As well as the operant self-administration model proposed by Samson (1998), another model that has utility in parsing the appetitive and consummatory aspects of reinforcer acquisition is the operant runway (see Ettenberg, 2004 for review). In this paradigm, the appetitive aspect consists of traversing the runway from the start box into the goal box, at which point a sweetened ethanol solution was available for consumption. One notable aspect of this procedure is that the appetitive motivational component is not confounded by the effects of alcohol on responding because the consumption session does not begin until the appetitive component has concluded. In order to vary the appetitive experience with sweetened alcohol for the adolescent animals in the present study, while keeping the consummatory aspects of the experiment constant, a yoked – control group was included. This allowed one group of adolescent animals to control access to the sweetened ethanol for both groups and therefore the only difference between the two was whether there was an appetitive component prior to the consummatory phase.

In addition to manipulating the appetitive aspect of ethanol self-administration during adolescence, pharmacological challenges of adult ethanol consummatory behaviors were also conducted in the present study. The opioid receptor antagonist naltrexone has been shown to reduce nondependent and ethanol-dependent self-administration of ethanol in animals (for examples, see Altshuler, Phillips, & Feinhandler, 1980; Walker & Koob, 2008) and based on its efficacy in reducing consumption of ethanol in humans (Volpicelli, Alterman, Hayashida, & O'Brien, 1992), naltrexone is one of the few FDA-approved medications indicated for the treatment of alcoholism. To test whether adult ethanol consummatory behavior could be modulated by opioid receptor antagonism, a naltrexone dose-response curve was conducted on adult limited – access two-bottle choice ethanol self-administration in the animals that differed in their appetitive experience with ethanol during adolescence.



Twenty-four adolescent male Wistar rats (P23 on arrival) from Charles River (Wilmington, MA) were used in this study. The animals were pair-housed in standard home cages measuring 45 cm (l) × 25 cm (w) × 20.3 cm (h) in a temperature-controlled vivarium maintained on a 12 hour light/dark cycle (lights on at 6am). Ad Libitum food and water was available and the animal care was in accordance with the NIH Guide for the Care and Use of Laboratory Animals and was reviewed and approved by The Scripps Research Institute's Institutional Animal Care and Use Committee.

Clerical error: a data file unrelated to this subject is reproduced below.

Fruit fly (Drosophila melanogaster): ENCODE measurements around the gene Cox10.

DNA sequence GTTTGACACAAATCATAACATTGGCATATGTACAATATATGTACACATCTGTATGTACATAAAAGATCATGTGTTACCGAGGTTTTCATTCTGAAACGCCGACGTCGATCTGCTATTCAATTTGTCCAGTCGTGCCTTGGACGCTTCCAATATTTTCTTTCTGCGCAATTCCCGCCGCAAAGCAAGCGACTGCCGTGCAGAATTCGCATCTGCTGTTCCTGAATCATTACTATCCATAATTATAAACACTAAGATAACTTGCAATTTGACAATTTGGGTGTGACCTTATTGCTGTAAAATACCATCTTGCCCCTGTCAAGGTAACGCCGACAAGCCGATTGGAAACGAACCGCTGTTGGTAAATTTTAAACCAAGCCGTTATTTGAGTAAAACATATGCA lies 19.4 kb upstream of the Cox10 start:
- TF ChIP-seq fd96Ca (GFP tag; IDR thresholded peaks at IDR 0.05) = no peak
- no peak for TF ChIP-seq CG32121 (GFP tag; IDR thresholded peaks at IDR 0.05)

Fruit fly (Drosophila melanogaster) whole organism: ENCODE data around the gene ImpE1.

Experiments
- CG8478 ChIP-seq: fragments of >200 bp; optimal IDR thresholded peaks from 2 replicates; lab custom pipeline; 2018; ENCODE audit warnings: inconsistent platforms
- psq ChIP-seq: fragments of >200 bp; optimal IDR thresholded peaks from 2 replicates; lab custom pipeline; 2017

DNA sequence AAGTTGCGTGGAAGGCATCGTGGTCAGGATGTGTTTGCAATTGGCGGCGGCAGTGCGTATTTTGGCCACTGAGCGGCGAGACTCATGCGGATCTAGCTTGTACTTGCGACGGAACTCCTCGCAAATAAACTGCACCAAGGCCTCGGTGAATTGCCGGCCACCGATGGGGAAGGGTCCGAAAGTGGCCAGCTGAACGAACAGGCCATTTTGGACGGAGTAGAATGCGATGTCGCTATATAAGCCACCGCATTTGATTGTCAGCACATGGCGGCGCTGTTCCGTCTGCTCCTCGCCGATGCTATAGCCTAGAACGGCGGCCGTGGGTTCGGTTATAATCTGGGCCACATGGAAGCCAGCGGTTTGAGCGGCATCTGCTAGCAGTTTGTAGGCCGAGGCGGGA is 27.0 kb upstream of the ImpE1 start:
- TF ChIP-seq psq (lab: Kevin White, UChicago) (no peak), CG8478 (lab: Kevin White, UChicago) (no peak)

The runway apparatus used in the present study was constructed of opaque Plexiglas and consisted of a start box and a goal box (both with removable doors) and an alley (runway) connecting the two. The measurements of the start box and goal box were 26.7 cm (l) × 26.7 cm (w) × 30.5 cm (h) and 40.6 cm (l) × 25 cm (w) × 20.3 cm (h), respectively; whereas the alley component measured 152.4 (l) × 11.4 cm (w) × 30.5 cm (h). The goal box was identical to the animal's home cages. The doors of the start and goal box were manually operated and were the same width and height of the alley. The goal box had a wire mesh cage top (identical to the home cage top) and prior to each animal's session, fresh wood chips were evenly distributed on the floor. There was also an additional home cage with wood chips distributed on the floor with wire mesh top that was used for the yoked – control group. For adult drinking component of the study, cages identical to the home cage was used that had a Plexiglas divider (Ridout Plastics, San Diego, CA) to partition the cage (lengthwise) into equal compartments.

Adolescent Ethanol Exposure

All animals began the experiment with a three-day introductory period of home cage access to a 10% sucrose (10S; w/v) solution. A Plexiglas divider was used to separate the home cage into two equal, but separate compartments during the 3 hour introductory 10S consumption sessions. Subsequent to the introductory 10S consumption sessions, the animals were weight matched and separated into two groups: runway (n=12) and yoked – control (n=12). Each animal from the runway group was pair-housed housed with a control animal for the course of the experiment.